Through The Rain and Rainbows


I received an email from a friend of mine last week.  It was in response to my story about being dialysis free for a year.  It was a very touching email about family and kidney disease.  It gave me pause and prompted a few thoughts of my own.

For the first 2 years of being sick, I thought finding love would be impossible due to FSGS and dialysis.

Today, my wife reminded me two years ago (when I was laying my game down quite nicely in wooing her) I told her I was scared I wouldn’t live long enough to see Cadence born.  And here I am, sitting with my wife and 8 week old daughter.

I think about mortality at times.  I think about how, on average, a kidney transplant lasts 14 years.  Or how my life expectancy could be diminished due to the strain of hemodialysis on my heart (not to mention how it drains the bones).

I think about how Kidd Rokkney (what I call my 3rd kidney) may fail- then going back on dialysis and what that would mean.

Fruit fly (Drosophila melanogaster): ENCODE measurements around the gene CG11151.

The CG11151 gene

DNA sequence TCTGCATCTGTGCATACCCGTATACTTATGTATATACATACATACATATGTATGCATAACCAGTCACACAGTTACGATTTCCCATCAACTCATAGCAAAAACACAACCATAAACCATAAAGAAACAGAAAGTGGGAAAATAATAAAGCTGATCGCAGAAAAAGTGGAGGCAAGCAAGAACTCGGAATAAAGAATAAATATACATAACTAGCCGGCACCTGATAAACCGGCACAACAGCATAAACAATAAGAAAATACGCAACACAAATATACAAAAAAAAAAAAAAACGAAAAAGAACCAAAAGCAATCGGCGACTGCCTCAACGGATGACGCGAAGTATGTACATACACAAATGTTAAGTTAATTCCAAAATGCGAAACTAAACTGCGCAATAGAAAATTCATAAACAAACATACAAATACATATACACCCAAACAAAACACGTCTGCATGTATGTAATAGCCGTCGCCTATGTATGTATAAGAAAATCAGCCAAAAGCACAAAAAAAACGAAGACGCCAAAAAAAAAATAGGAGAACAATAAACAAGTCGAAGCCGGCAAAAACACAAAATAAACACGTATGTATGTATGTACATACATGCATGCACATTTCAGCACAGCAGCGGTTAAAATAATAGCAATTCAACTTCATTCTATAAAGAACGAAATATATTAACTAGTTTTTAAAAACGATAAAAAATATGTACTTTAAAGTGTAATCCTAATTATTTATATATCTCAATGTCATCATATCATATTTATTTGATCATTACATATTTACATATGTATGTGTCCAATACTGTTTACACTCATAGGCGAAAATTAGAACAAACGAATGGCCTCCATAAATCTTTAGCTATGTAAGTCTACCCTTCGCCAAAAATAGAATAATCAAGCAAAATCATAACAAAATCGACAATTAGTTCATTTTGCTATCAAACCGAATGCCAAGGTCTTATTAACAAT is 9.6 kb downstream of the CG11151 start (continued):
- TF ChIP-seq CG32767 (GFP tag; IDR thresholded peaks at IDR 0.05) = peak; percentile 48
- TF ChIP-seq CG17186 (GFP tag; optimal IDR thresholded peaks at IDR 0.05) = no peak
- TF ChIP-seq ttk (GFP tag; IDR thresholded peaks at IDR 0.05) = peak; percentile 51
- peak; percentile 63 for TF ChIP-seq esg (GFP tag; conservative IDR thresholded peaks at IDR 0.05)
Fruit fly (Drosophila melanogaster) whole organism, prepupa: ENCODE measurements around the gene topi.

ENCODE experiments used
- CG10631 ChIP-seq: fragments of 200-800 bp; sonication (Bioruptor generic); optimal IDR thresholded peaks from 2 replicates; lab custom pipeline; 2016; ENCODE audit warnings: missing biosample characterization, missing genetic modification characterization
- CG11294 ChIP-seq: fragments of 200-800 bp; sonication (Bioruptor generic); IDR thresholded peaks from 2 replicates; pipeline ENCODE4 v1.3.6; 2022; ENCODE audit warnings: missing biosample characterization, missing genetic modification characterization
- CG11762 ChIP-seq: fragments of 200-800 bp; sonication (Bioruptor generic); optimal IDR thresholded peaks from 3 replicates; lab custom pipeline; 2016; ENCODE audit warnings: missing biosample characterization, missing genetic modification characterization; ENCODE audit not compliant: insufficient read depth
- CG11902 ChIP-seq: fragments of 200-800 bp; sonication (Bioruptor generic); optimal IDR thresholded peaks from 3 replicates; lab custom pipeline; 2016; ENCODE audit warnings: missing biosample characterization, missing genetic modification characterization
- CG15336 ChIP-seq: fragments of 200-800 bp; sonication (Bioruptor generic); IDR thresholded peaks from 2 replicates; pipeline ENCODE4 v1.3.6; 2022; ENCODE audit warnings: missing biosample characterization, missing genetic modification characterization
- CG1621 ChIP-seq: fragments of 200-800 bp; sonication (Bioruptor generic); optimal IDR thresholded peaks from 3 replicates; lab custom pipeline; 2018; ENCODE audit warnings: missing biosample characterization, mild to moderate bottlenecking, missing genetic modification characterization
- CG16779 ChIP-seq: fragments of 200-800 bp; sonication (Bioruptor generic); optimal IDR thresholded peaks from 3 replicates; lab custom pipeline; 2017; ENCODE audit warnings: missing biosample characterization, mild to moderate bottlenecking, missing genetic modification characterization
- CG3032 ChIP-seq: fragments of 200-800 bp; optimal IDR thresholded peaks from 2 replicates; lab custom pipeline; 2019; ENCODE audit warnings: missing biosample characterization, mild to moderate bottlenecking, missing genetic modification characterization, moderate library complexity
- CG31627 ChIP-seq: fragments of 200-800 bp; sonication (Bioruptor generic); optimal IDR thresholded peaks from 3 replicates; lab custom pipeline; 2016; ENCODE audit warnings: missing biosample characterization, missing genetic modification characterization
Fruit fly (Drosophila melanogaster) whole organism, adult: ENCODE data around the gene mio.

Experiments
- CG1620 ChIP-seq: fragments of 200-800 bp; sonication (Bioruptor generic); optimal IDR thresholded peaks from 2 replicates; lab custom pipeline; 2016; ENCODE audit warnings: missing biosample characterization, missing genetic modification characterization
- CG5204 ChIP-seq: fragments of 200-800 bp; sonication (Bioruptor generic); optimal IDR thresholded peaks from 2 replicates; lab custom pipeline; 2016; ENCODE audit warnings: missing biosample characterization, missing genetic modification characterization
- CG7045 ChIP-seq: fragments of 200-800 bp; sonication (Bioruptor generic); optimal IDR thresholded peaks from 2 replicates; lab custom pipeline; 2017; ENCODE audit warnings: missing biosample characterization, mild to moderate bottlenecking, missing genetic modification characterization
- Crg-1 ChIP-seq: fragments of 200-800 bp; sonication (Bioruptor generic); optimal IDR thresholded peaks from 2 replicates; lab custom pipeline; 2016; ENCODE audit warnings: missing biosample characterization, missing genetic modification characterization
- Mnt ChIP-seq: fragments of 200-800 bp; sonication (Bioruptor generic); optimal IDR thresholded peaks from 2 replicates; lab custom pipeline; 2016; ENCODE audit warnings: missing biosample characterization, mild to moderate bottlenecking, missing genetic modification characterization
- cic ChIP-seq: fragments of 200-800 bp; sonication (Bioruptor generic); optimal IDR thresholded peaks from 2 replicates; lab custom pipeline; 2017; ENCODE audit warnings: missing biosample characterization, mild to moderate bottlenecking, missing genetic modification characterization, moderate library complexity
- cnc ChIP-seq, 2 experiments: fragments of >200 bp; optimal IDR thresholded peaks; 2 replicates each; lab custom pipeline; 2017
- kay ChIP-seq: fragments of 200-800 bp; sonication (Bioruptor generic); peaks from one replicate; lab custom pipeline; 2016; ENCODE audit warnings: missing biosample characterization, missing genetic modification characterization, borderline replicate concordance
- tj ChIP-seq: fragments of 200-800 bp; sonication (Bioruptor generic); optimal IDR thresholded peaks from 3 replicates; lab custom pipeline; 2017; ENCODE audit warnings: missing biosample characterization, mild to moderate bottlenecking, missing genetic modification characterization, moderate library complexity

I think about not being able to walk Cadence down the aisle and leaving my wife a widow, Cadence fatherless.

The only way I can keep from going down the oh so slippery slope of despair and depression is this: hope.

Hope to be present, stay in the moment, and enjoy the time I have now.

Hope to not just work on a legacy through writing, but to be a man of character my family can be proud of.

Hope to interrupt the sadness and uncertainty to reframe my thoughts.

Hope that, when I do eventually pass on, God is with me and I’ve tried my best to live a life of faith and love for self and other people.

Hope that all the sleepless nights, hospitalizations (17 times either in the E.R., having an outpatient procedure done, or admitted since Jan. 2006), blood and tears, it may not be okay in the moment.  But it will be.

The best thing Professor Kidney Disease taught me is to hold on to hope. Even when it’s unreasonable and difficult.  Even when it seems so much easier to let the disease have me.  (There were a few long nights back at the old apartment I thought about this.)

I may not have much say in my mortality, but I do have a choice to lace up my shoes and run with hope, through the rain and rainbows.

[A special shout out to C.B. and Jonathan Fields.  Thanks for the inspiration and sharing your story.]


[photo by Sangudo]
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